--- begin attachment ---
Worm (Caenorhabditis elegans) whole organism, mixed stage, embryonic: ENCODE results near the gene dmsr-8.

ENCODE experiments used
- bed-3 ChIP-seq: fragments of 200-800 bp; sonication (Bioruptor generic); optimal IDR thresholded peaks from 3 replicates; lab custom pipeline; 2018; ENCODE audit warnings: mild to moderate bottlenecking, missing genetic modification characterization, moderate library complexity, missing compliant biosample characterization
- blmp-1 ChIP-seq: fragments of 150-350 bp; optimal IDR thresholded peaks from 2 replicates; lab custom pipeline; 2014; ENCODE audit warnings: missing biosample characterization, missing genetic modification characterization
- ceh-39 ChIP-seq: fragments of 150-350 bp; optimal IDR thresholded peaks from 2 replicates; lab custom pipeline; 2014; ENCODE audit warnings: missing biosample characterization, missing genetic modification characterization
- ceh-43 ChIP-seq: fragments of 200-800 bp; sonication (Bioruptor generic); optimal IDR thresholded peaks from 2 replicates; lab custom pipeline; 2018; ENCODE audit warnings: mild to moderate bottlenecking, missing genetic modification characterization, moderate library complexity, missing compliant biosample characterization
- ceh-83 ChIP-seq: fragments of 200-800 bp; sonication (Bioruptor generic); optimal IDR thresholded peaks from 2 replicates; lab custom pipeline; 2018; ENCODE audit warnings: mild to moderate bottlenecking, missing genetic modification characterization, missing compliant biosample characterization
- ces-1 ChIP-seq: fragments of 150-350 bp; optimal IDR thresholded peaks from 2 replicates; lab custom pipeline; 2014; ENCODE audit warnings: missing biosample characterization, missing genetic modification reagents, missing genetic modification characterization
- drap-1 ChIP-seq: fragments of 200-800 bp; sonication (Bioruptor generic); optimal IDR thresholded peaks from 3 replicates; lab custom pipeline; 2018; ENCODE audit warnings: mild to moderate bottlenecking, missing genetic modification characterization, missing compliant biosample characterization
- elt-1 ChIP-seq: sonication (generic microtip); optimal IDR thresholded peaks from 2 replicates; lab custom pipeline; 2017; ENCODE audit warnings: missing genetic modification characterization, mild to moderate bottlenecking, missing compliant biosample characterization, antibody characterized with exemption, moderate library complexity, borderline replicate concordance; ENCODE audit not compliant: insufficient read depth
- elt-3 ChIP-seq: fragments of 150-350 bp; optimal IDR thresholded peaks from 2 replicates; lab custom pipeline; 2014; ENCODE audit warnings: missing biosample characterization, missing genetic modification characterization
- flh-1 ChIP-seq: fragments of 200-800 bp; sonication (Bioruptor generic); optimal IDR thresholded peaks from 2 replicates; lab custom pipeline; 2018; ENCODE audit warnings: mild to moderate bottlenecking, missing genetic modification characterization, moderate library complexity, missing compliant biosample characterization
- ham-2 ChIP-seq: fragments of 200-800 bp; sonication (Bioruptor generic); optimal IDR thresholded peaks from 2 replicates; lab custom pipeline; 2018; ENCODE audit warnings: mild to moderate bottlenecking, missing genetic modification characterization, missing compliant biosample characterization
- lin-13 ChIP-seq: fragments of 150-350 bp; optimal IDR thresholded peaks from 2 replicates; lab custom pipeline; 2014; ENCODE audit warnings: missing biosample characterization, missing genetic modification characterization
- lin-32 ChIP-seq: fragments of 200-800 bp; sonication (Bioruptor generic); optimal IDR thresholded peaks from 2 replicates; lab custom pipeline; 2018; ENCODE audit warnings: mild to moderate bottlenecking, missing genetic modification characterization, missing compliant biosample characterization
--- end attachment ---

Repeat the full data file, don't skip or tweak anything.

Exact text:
Worm (Caenorhabditis elegans) whole organism, mixed stage, embryonic: ENCODE results near the gene dmsr-8.

ENCODE experiments used
- bed-3 ChIP-seq: fragments of 200-800 bp; sonication (Bioruptor generic); optimal IDR thresholded peaks from 3 replicates; lab custom pipeline; 2018; ENCODE audit warnings: mild to moderate bottlenecking, missing genetic modification characterization, moderate library complexity, missing compliant biosample characterization
- blmp-1 ChIP-seq: fragments of 150-350 bp; optimal IDR thresholded peaks from 2 replicates; lab custom pipeline; 2014; ENCODE audit warnings: missing biosample characterization, missing genetic modification characterization
- ceh-39 ChIP-seq: fragments of 150-350 bp; optimal IDR thresholded peaks from 2 replicates; lab custom pipeline; 2014; ENCODE audit warnings: missing biosample characterization, missing genetic modification characterization
- ceh-43 ChIP-seq: fragments of 200-800 bp; sonication (Bioruptor generic); optimal IDR thresholded peaks from 2 replicates; lab custom pipeline; 2018; ENCODE audit warnings: mild to moderate bottlenecking, missing genetic modification characterization, moderate library complexity, missing compliant biosample characterization
- ceh-83 ChIP-seq: fragments of 200-800 bp; sonication (Bioruptor generic); optimal IDR thresholded peaks from 2 replicates; lab custom pipeline; 2018; ENCODE audit warnings: mild to moderate bottlenecking, missing genetic modification characterization, missing compliant biosample characterization
- ces-1 ChIP-seq: fragments of 150-350 bp; optimal IDR thresholded peaks from 2 replicates; lab custom pipeline; 2014; ENCODE audit warnings: missing biosample characterization, missing genetic modification reagents, missing genetic modification characterization
- drap-1 ChIP-seq: fragments of 200-800 bp; sonication (Bioruptor generic); optimal IDR thresholded peaks from 3 replicates; lab custom pipeline; 2018; ENCODE audit warnings: mild to moderate bottlenecking, missing genetic modification characterization, missing compliant biosample characterization
- elt-1 ChIP-seq: sonication (generic microtip); optimal IDR thresholded peaks from 2 replicates; lab custom pipeline; 2017; ENCODE audit warnings: missing genetic modification characterization, mild to moderate bottlenecking, missing compliant biosample characterization, antibody characterized with exemption, moderate library complexity, borderline replicate concordance; ENCODE audit not compliant: insufficient read depth
- elt-3 ChIP-seq: fragments of 150-350 bp; optimal IDR thresholded peaks from 2 replicates; lab custom pipeline; 2014; ENCODE audit warnings: missing biosample characterization, missing genetic modification characterization
- flh-1 ChIP-seq: fragments of 200-800 bp; sonication (Bioruptor generic); optimal IDR thresholded peaks from 2 replicates; lab custom pipeline; 2018; ENCODE audit warnings: mild to moderate bottlenecking, missing genetic modification characterization, moderate library complexity, missing compliant biosample characterization
- ham-2 ChIP-seq: fragments of 200-800 bp; sonication (Bioruptor generic); optimal IDR thresholded peaks from 2 replicates; lab custom pipeline; 2018; ENCODE audit warnings: mild to moderate bottlenecking, missing genetic modification characterization, missing compliant biosample characterization
- lin-13 ChIP-seq: fragments of 150-350 bp; optimal IDR thresholded peaks from 2 replicates; lab custom pipeline; 2014; ENCODE audit warnings: missing biosample characterization, missing genetic modification characterization
- lin-32 ChIP-seq: fragments of 200-800 bp; sonication (Bioruptor generic); optimal IDR thresholded peaks from 2 replicates; lab custom pipeline; 2018; ENCODE audit warnings: mild to moderate bottlenecking, missing genetic modification characterization, missing compliant biosample characterization